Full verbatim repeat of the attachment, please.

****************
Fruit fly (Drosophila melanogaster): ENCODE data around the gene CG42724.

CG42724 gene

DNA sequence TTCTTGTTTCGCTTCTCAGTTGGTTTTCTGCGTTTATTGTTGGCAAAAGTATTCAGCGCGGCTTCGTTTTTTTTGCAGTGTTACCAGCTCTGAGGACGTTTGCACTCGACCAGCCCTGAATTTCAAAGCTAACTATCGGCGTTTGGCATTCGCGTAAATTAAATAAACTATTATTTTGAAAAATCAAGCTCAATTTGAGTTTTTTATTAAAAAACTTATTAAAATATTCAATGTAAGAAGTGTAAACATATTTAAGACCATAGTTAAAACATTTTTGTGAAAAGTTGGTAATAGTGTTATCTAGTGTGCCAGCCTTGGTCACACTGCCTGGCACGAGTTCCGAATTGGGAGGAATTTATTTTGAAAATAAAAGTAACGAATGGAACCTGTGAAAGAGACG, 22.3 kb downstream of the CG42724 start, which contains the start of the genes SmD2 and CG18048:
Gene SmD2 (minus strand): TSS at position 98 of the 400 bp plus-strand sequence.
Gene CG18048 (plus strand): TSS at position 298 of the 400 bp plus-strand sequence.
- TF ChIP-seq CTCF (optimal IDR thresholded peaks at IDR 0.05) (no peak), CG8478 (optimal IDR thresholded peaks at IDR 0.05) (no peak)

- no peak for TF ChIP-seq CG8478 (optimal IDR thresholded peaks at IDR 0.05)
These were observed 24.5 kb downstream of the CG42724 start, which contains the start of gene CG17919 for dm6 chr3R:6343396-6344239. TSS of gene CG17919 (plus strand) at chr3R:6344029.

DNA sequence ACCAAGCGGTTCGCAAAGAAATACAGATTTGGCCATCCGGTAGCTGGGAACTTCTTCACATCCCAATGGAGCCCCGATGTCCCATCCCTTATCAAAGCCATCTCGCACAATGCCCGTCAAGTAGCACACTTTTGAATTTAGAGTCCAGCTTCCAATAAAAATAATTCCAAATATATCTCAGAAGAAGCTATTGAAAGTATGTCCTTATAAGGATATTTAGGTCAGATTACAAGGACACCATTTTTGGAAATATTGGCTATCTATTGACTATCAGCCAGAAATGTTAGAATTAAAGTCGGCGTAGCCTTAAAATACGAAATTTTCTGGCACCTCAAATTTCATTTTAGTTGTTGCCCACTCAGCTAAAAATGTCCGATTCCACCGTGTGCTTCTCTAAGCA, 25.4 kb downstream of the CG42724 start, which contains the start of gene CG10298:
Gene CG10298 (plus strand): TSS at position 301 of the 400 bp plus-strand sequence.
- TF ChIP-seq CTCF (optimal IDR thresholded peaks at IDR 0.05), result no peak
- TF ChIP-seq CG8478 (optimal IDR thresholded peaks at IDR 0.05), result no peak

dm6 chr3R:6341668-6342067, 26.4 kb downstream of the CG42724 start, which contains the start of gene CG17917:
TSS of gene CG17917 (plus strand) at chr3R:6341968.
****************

Fruit fly (Drosophila melanogaster): ENCODE data around the gene CG42724.

CG42724 gene

DNA sequence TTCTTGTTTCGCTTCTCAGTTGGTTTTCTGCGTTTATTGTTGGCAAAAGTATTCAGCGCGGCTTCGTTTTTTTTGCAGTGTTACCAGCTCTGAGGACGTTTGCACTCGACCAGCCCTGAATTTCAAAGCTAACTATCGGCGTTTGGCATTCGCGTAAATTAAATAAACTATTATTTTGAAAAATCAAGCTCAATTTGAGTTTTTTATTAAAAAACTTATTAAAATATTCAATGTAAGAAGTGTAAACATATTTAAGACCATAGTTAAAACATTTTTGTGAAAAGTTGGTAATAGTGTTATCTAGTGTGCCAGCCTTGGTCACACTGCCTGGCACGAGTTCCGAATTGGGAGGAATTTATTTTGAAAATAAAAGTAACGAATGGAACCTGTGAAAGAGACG, 22.3 kb downstream of the CG42724 start, which contains the start of the genes SmD2 and CG18048:
Gene SmD2 (minus strand): TSS at position 98 of the 400 bp plus-strand sequence.
Gene CG18048 (plus strand): TSS at position 298 of the 400 bp plus-strand sequence.
- TF ChIP-seq CTCF (optimal IDR thresholded peaks at IDR 0.05) (no peak), CG8478 (optimal IDR thresholded peaks at IDR 0.05) (no peak)

- no peak for TF ChIP-seq CG8478 (optimal IDR thresholded peaks at IDR 0.05)
These were observed 24.5 kb downstream of the CG42724 start, which contains the start of gene CG17919 for dm6 chr3R:6343396-6344239. TSS of gene CG17919 (plus strand) at chr3R:6344029.

DNA sequence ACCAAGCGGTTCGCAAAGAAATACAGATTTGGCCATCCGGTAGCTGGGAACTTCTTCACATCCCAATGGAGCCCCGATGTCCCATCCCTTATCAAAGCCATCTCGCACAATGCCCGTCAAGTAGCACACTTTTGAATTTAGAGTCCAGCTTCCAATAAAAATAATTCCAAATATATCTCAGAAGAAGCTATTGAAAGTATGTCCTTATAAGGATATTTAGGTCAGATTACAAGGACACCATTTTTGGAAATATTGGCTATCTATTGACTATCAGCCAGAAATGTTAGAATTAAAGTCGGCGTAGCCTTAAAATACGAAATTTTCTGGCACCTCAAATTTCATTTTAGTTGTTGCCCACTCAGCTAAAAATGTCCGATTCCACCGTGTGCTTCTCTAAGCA, 25.4 kb downstream of the CG42724 start, which contains the start of gene CG10298:
Gene CG10298 (plus strand): TSS at position 301 of the 400 bp plus-strand sequence.
- TF ChIP-seq CTCF (optimal IDR thresholded peaks at IDR 0.05), result no peak
- TF ChIP-seq CG8478 (optimal IDR thresholded peaks at IDR 0.05), result no peak

dm6 chr3R:6341668-6342067, 26.4 kb downstream of the CG42724 start, which contains the start of gene CG17917:
TSS of gene CG17917 (plus strand) at chr3R:6341968.